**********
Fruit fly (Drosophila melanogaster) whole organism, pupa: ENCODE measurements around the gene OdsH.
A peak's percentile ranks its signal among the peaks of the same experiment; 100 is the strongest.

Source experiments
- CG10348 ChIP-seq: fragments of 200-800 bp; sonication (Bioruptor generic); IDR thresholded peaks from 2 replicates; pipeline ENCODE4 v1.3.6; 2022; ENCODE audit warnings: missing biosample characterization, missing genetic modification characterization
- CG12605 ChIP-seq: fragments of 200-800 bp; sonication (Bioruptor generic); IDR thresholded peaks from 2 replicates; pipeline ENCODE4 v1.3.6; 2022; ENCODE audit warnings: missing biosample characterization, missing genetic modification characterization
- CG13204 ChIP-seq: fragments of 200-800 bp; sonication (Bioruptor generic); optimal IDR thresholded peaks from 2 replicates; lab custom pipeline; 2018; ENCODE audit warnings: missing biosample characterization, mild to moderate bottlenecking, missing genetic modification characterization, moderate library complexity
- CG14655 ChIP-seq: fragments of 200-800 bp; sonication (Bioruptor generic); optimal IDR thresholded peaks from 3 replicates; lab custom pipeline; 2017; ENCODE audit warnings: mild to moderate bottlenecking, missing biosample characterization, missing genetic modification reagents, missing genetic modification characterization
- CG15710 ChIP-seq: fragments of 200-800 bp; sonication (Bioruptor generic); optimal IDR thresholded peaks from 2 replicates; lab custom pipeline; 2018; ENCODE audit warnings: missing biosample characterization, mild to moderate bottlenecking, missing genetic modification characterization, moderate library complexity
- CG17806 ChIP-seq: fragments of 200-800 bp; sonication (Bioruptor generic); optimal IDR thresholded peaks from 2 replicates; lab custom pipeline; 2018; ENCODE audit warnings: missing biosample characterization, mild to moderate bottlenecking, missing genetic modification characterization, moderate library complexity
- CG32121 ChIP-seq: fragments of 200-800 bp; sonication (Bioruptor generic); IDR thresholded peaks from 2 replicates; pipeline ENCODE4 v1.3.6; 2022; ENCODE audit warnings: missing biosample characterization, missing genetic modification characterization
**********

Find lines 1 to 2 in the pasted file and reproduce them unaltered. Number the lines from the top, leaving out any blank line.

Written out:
Fruit fly (Drosophila melanogaster) whole organism, pupa: ENCODE measurements around the gene OdsH.
A peak's percentile ranks its signal among the peaks of the same experiment; 100 is the strongest.